Posts Tagged “ETC Ion® console”
To light a show within budget and with a limited fixture inventory has always been one of the lighting designer’s most common challenges. But when lighting designer Jonathan Sin knew he could use eight Source Four LED Lustr+ luminaires for his five dance pieces in Nanyan Academy of Fine Arts’ (NAFA) 2014 graduation show, CROSSINGS, he felt relieved as “things became promising when I knew I had the privilege of using ETC’s new LED fixtures.”
Sin chose the Sour Four LED Lustr+ luminaires as sidelights to support the tungsten Source Four® fixtures in his design. “This decision allowed me to have very flexible color-changing options while minimizing the rig on my side booms to four fixtures per boom,” describes Sin.
Another reason Sin fell in love with Source Four LED Lustr+ luminaires was their extraordinary range of color and superior mixing capabilities. The x7 Color System™ lets LED luminaires achieve theater-worthy color rendering and allowed Sin to “complement and strengthen my design for the five dance pieces.”
He truly applauded ETC’s latest technology, which allowed for smooth mixing of conventional and LED lights, drastically simplifying the designer’s rig. “As a testament to ETC’s Layers of Light philosophy, the ability to be able to combine traditional tungsten Source Four fixtures with the new Source Four LED Lustr+ luminaires serves as a very powerful multi-tool on this design with a minimalist approach,” explains Sin.
“It worked perfectly for maximum impact when LEE color swatches were dialed up for color choices on the ETC Ion® console during plotting sessions. By rigging these Lustr+ LED profiles in a mid-height position, this strategy enabled me to capture the full length of their side profile with stunning results. Colors of L110 (Middle Rose), L105 (Orange), L158 (Deep Orange), L117 (Steel Blue), L119 (Dark Blue) were very closely matched and made it almost an effortless task to light the dancers’ bodies,” says Sin.
Tay Huey Meng, technical manager of CROSSINGS, is also fond of Source Four LED luminaires and added that the flexibility of the x7 Color System and the reduction in manpower was very beneficial for the show: “Most of the dance pieces have different styles and moods, and in the past we had to change gel color after almost every piece, which was very time consuming, and to do it fast, we frequently needed more manpower. With the Source Four LED luminaires, which have built-in color mixing, we can just change the color from the instrument, while the brightness remains unchanged. We could even change it during the dance itself without disturbing the flow of the show. The colors are very clean and vibrant.”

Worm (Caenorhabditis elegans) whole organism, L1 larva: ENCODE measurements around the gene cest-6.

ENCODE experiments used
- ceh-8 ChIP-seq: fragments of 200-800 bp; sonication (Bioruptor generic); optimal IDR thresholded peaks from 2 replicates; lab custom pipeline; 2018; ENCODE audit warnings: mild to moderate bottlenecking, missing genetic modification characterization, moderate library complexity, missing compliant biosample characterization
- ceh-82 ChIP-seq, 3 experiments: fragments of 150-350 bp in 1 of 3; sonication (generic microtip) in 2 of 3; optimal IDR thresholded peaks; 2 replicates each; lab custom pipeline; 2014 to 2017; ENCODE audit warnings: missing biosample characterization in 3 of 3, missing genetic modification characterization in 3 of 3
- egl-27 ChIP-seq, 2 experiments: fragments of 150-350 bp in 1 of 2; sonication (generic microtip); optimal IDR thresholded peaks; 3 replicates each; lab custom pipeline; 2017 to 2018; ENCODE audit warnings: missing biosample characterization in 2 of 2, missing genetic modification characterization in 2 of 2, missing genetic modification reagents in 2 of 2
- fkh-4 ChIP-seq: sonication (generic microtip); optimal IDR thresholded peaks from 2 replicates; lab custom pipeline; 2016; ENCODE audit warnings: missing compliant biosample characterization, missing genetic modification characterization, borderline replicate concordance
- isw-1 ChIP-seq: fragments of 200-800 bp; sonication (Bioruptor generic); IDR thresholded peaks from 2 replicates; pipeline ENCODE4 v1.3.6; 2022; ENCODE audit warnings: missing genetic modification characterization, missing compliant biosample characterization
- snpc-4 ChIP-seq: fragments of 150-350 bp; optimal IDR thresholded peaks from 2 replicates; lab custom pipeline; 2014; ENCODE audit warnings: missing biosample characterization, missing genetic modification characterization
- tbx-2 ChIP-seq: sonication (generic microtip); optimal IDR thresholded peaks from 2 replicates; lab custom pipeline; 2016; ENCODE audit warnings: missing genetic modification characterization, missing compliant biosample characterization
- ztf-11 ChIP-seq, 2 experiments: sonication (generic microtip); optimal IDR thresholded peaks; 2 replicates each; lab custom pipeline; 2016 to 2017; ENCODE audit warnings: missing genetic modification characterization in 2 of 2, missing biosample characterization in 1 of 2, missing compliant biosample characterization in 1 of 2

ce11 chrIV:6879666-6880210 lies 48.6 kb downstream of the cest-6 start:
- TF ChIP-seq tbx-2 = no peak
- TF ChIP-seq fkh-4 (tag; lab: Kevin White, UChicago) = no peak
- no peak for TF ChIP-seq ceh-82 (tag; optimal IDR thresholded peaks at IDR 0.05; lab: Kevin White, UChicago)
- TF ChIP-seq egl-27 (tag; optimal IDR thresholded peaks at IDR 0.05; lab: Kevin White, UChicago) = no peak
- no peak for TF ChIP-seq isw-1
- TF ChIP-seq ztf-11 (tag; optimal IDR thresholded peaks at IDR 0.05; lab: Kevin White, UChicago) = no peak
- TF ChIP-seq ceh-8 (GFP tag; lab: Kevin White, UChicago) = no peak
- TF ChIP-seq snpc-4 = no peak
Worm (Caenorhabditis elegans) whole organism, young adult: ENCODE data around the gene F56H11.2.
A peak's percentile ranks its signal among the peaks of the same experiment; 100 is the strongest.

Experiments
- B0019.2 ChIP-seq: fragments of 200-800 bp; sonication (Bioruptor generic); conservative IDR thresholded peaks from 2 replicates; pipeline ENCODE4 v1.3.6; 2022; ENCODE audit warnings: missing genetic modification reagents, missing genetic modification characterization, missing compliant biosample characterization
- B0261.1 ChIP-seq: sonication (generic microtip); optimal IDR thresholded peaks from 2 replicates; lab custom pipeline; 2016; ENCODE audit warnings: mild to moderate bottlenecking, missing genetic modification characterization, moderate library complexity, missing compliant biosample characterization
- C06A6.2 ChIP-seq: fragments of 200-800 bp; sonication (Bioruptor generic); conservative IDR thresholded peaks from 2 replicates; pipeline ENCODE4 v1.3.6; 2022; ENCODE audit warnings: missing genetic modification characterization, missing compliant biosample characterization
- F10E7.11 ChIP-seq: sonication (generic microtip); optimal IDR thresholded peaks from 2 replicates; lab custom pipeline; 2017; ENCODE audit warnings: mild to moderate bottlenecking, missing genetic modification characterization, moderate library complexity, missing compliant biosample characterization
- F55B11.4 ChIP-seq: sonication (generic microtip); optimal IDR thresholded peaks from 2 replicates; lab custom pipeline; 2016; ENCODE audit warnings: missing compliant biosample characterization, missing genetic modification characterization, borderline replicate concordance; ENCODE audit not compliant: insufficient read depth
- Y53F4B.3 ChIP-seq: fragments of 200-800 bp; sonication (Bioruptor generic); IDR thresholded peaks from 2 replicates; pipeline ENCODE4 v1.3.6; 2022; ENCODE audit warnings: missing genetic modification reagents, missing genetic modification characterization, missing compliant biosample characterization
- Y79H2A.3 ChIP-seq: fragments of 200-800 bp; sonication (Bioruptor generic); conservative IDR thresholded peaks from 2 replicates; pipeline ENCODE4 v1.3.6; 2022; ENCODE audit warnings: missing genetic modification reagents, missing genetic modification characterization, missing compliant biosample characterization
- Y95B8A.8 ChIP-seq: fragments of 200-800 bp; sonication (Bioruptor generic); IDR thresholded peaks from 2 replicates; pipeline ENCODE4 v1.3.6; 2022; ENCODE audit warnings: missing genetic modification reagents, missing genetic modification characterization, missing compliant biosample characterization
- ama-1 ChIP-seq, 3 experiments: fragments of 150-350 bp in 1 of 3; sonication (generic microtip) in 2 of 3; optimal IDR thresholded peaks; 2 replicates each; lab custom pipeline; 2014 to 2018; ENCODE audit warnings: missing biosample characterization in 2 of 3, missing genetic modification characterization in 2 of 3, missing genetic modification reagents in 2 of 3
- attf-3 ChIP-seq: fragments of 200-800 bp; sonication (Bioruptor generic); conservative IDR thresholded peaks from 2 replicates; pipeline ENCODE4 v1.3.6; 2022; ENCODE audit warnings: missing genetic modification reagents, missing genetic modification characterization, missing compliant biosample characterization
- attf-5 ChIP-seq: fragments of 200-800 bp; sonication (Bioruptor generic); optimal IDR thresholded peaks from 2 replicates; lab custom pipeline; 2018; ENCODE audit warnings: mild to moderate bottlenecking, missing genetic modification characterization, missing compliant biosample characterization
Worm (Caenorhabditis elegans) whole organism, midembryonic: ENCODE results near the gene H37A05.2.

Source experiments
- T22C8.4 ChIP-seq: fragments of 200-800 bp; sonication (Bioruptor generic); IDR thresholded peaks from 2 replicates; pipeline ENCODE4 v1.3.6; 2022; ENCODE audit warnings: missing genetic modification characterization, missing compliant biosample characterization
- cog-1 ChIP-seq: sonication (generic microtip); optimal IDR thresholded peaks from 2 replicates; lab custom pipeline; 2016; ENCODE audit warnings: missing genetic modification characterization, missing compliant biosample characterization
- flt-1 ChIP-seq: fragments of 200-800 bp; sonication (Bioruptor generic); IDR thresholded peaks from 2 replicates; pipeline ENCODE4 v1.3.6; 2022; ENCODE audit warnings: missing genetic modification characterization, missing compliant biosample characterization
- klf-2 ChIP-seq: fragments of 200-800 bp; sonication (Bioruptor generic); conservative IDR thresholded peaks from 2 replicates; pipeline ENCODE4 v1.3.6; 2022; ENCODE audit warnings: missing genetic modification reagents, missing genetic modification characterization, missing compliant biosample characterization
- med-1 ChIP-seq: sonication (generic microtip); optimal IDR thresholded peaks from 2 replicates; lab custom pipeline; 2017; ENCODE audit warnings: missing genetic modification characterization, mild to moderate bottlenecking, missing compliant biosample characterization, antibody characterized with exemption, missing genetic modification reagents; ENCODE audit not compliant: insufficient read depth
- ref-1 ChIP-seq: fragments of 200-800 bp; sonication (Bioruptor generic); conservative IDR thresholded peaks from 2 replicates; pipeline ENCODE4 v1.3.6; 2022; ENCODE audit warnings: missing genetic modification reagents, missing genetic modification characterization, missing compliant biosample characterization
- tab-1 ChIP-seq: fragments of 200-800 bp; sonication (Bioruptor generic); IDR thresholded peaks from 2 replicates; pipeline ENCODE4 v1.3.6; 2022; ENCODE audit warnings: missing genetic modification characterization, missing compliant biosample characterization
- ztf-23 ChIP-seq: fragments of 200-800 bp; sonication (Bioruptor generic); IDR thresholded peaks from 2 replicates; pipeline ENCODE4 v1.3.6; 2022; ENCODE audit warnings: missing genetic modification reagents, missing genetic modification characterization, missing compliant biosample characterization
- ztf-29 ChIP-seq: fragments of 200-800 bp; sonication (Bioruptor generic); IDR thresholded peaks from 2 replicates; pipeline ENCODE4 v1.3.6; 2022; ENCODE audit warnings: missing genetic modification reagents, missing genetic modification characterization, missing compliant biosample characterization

ETC Asia and Stage Equip supplied all the Source Four LED Lustr+ luminaires and the Ion console in CROSSINGS 2014. “We are keen to support young, talented lighting designers who experiment on the potential of LED technologies developed by ETC. And we’re very excited that NAFA CROSSINGS 2014 successfully brought Layers of Light to life by deploying Source Four LEDs as a complement to the conventional rig with stunning results,” says sales manager of ETC Asia, David Law.
CROSSINGS is a program of NAFA that presents both Western- and Asian-inspired dance pieces that feature students of the Department of Dance. It showcases the collaboration between professional international choreographers as well as selected student choreographers in the current curriculum.
Mark Rothko, one of the most influential postwar American artists, was famous for using colors and forms to interpret his artistic philosophy. He paid particular attention to the lighting where his paintings were exhibited. That’s why Singapore’s Blank Space Theatre focused on the lighting design on Red, an award-winning docudrama by John Logan, which covers Rothko’s work in the late 1950s. ETC LED luminaires, controlled by an ETC Ion® console, helped lighting designer James Tan achieve that lighting goal during a production at the Esplanade Theatre Studio.
Red takes place in spring 1958, in Rothko’s New York studio. In order to create natural-looking light shining through the window into the compact space, Tan used seven ETC Source Four® LED Lustr+ luminaires.
“I decided to use LED fixtures that would be intense enough and could also change color easily, as the play spanned two years with different seasons and day and night,” says Tan.
On the other side of the stage, Tan placed a Source Four LED Series 2 Lustr® fixture with an attached Source Four LED CYC adapter on a head-high boom to illuminate the back of the entrance. “What we managed to achieve was a perfectly clean source of light that had enough punch,” explains Tan. “The CYC light backlit the frosted windows, and created the silhouette of a person entering or exiting through the door.”
The only other character in the play was Ken, Rothko’s young assistant. The highlight of the play is a scene where both characters work on a canvas together, choreographed to lighting and sound. Tan’s design for this dramatic scene included two 21-inch ETC Selador® Classic™ Vivid-R LED luminaires that provided brightness and saturated color to enhance the canvas.
“The intensity, punch and color-mixing abilities of the Vivid-R fixtures are very impressive and they helped make the canvas pop. The saturated colors added a touch of elegance to the look of that scene,” explains Tan.
The show was run on an ETC Ion console with the latest software, v2.2. “Ion was easy to program and it worked well for the play,” summarizes Tan. “The lighting programmer was able to program smoothly, despite a very short technical prep time.”